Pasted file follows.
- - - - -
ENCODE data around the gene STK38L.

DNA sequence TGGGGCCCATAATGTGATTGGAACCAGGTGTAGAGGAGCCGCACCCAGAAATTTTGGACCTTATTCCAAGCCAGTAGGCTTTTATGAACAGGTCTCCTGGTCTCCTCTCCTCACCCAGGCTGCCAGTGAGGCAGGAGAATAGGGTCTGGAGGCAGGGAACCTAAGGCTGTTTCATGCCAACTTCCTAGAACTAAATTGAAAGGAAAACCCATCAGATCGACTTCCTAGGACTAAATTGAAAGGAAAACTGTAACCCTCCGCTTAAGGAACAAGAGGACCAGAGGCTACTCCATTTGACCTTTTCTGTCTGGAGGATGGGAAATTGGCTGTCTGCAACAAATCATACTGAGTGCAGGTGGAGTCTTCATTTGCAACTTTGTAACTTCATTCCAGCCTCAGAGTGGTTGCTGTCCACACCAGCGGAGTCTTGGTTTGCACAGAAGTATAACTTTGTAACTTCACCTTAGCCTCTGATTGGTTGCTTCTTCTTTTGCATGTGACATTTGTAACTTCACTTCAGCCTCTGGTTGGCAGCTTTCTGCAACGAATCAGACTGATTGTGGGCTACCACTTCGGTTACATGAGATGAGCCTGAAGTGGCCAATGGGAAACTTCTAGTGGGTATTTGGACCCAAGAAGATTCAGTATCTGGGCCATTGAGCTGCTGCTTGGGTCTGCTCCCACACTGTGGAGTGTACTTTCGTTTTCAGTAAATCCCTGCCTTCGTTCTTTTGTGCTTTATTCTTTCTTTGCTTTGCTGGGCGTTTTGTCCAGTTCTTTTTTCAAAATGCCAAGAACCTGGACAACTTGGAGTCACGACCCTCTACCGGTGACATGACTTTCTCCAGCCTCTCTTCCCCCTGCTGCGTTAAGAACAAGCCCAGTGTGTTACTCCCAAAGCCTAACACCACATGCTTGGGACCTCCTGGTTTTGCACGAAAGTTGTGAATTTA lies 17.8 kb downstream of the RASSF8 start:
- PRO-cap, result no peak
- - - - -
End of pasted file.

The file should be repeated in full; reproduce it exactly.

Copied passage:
ENCODE data around the gene STK38L.

DNA sequence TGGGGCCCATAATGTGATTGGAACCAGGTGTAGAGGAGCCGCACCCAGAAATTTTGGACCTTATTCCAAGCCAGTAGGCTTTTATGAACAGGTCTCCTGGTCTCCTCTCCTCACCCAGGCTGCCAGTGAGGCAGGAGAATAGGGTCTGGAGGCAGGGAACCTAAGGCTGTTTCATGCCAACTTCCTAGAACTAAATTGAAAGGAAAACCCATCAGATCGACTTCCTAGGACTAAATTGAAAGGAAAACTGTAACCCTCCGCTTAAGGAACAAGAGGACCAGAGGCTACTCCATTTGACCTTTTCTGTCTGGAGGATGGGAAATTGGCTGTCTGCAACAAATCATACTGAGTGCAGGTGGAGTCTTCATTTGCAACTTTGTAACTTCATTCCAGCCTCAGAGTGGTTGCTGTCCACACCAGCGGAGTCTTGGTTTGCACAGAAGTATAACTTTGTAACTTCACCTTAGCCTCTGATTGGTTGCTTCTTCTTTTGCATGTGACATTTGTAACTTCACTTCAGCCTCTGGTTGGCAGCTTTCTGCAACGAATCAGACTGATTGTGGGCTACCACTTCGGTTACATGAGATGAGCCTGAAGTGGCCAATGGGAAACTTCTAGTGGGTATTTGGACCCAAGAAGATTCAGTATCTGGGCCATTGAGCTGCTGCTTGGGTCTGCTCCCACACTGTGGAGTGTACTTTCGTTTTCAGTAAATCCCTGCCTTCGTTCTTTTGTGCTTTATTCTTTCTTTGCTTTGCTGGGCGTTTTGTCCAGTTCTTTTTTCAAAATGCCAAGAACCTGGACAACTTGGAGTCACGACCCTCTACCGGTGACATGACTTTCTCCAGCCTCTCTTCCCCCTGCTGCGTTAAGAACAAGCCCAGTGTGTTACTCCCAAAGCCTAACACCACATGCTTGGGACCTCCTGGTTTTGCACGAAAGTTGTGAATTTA lies 17.8 kb downstream of the RASSF8 start:
- PRO-cap, result no peak